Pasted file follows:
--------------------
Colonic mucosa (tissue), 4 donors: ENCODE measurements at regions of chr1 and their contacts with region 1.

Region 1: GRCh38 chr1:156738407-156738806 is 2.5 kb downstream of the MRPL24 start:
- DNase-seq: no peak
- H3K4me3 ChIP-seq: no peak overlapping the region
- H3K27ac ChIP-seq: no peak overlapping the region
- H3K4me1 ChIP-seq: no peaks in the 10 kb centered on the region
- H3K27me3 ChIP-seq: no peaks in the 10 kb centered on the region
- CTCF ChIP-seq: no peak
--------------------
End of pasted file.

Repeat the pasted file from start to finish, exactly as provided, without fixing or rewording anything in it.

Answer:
Colonic mucosa (tissue), 4 donors: ENCODE measurements at regions of chr1 and their contacts with region 1.

Region 1: GRCh38 chr1:156738407-156738806 is 2.5 kb downstream of the MRPL24 start:
- DNase-seq: no peak
- H3K4me3 ChIP-seq: no peak overlapping the region
- H3K27ac ChIP-seq: no peak overlapping the region
- H3K4me1 ChIP-seq: no peaks in the 10 kb centered on the region
- H3K27me3 ChIP-seq: no peaks in the 10 kb centered on the region
- CTCF ChIP-seq: no peak